My dad showed me how to be a journalist, a Jew and a man

If it were up to me, I’d write this piece next week or perhaps the week after. Let the dust settle a bit. But I have my father’s voice in my head, and he’s insistent: the story is now, so you write it now. No one wants to read last week’s news. I’m listening to that voice because my father, Michael, died unexpectedly this week. He was a journalist to his core. He started at age 16, straight out of school in 1951, on his local paper, the Luton News – and once he’d started, he never stopped.

Kavanaugh has revealed the insidious force in global politics: toxic masculinity

When Donald Trump speaks the truth, it’s usually by accident. A choice example came late on last night, after TV audiences in the US and around the world were riveted by the sight of Trump’s choice for the supreme court ranting and raving, his face twisted in fury, as he insisted he was innocent of the sexual assault that had just been detailed in calm, precise terms by Christine Blasey Ford. “Judge Kavanaugh showed America exactly why I nominated him,” Trump tweeted, the statement truer and more revealing than he realised.

Why Brett Kavanaugh is still the trump card for US conservatives

By now, and just as matter of raw politics, you’d have thought Brett Kavanaugh would have been withdrawn as Donald Trump’s nominee for the US supreme court. Instead the US political class is girding itself for a moment of pure drama on Thursday, when the judge’s prime accuser – a woman who says Kavanaugh sexually assaulted her when they were teenagers – comes before a senate committee to testify.

Why Brett Kavanaugh is still the trump card for US conservatives

By now, and just as matter of raw politics, you’d have thought Brett Kavanaugh would have been withdrawn as Donald Trump’s nominee for the US supreme court. Instead the US political class is girding itself for a moment of pure drama on Thursday, when the judge’s prime accuser – a woman who says Kavanaugh sexually assaulted her when they were teenagers – comes before a senate committee to testify.

We now need a people’s vote on Brexit. But don’t assume remain would win

The hills were alive with the sound of humiliation. At Salzburg, Theresa May was hoping she’d hear if not sweet music, then at least enough warm words from European leaders to allow her to say her Chequers plan still lived. Instead, they told her it “would not work”. Stung by that, she took to the Downing Street podium on Friday to deliver an icy death stare in Brussels’ direction – and to demand that the EU treat Britain, and her, with “respect”. There was even a hint that talks could break down, if the EU did not explain its objections and come up with counter-proposals.

We now need a people’s vote on Brexit. But don’t assume remain would win

The hills were alive with the sound of humiliation. At Salzburg, Theresa May was hoping she’d hear if not sweet music, then at least enough warm words from European leaders to allow her to say her Chequers plan still lived. Instead, they told her it “would not work”. Stung by that, she took to the Downing Street podium on Friday to deliver an icy death stare in Brussels’ direction – and to demand that the EU treat Britain, and her, with “respect”. There was even a hint that talks could break down, if the EU did not explain its objections and come up with counter-proposals.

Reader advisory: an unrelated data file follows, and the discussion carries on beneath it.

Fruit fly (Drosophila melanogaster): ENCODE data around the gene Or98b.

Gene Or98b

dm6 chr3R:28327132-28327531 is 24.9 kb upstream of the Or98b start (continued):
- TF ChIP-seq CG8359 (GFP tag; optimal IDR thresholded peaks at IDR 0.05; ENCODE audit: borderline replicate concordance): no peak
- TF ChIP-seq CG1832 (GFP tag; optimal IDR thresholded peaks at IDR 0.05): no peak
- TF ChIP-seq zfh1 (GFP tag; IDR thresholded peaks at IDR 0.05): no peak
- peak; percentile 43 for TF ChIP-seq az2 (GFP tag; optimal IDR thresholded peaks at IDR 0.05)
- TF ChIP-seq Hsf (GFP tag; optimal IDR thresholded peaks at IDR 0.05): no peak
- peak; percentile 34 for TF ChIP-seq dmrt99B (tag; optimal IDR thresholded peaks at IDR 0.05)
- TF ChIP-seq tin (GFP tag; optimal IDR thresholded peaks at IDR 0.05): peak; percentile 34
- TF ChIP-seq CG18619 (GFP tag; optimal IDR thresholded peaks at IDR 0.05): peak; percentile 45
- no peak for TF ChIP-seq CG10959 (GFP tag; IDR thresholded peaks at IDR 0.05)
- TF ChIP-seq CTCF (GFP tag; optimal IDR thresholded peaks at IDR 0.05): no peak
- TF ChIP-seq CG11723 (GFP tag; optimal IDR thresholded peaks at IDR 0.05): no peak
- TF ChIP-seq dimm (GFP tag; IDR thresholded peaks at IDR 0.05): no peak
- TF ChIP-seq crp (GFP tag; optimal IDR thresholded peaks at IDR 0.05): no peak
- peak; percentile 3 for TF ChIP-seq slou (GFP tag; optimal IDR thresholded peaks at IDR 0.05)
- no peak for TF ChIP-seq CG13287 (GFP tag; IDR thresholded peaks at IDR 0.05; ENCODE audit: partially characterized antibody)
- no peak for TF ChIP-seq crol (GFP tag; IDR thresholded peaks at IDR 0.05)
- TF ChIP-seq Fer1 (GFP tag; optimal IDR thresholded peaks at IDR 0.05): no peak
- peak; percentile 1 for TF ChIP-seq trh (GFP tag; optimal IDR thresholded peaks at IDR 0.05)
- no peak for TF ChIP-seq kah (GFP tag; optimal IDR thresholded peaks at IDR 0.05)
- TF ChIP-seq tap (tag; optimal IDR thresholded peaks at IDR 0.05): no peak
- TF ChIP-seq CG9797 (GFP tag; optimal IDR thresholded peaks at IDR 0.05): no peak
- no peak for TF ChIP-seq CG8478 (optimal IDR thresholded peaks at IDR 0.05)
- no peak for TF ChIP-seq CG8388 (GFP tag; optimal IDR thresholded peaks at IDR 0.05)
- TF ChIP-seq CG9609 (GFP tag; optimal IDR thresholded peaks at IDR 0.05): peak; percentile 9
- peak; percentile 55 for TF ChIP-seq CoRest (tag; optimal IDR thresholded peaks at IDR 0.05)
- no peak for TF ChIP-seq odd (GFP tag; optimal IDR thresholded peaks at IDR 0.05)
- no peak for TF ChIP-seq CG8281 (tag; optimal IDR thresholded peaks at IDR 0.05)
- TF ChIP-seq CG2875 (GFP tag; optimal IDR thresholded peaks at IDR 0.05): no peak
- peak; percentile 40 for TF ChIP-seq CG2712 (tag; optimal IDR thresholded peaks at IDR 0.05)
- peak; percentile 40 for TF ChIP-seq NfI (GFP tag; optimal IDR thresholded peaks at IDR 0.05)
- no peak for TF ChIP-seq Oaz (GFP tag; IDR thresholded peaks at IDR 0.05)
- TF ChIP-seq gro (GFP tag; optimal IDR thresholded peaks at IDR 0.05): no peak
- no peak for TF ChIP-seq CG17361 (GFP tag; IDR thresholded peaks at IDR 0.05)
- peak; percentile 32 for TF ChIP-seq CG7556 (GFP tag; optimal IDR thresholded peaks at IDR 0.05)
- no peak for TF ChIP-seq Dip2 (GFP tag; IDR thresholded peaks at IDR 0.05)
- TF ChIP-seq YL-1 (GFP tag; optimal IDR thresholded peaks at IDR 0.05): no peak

Russia’s brazen lies mock the world. How best to fight for the truth?

Comedy is now diplomacy by other means. A mighty nation has taken to conducting a grave international dispute by means of humour, expecting a similarly comic response in kind. How else are we to view the interview granted with RT, the state propaganda outfit formerly known as Russia Today, by the Morecambe and Wise of the east, the two men who identified themselves as Ruslan Boshirov and Alexander Petrov?

If you were in the White House, how would you tackle Trump?

This week’s revelations show many around the president have deep fears about his state of mind – but deciding how to act for the best poses a real dilemma

A new and unhinged American president orders a pre-emptive nuclear strike against North Korea. The senior officials who surround him are terrified, desperate to thwart his will, resorting to subterfuge to prevent the man they serve from wreaking havoc. They are the resistance from within. Two of them have a hushed conversation about the 25th amendment of the US constitution, which allows for a president to be declared incapacitated. When that road is blocked, they contemplate an even more drastic solution …

That was the starting point of the novel whose manuscript I delivered in January 2017, two days after Donald Trump had sworn the oath of office. The book, To Kill the President, was published last year last year under the pseudonym Sam Bourne. When I wrote it, none of us knew for sure what the Trump presidency would look like. But this week, Washington Post legend Bob Woodward published Fear, based on detailed interviews with Trump insiders. Among other things, the book describes “repeated episodes of anxiety inside the government over Trump’s handling of the North Korean nuclear threat. One month into his presidency, Trump asked [the head of the US military] for a plan for a pre-emptive military strike on North Korea.”

‘If you become convinced the leader you serve is a danger to your country, where does your patriotic and democratic duty lie?'

Related: To Kill the President by Sam Bourne review – does fact Trump fiction?

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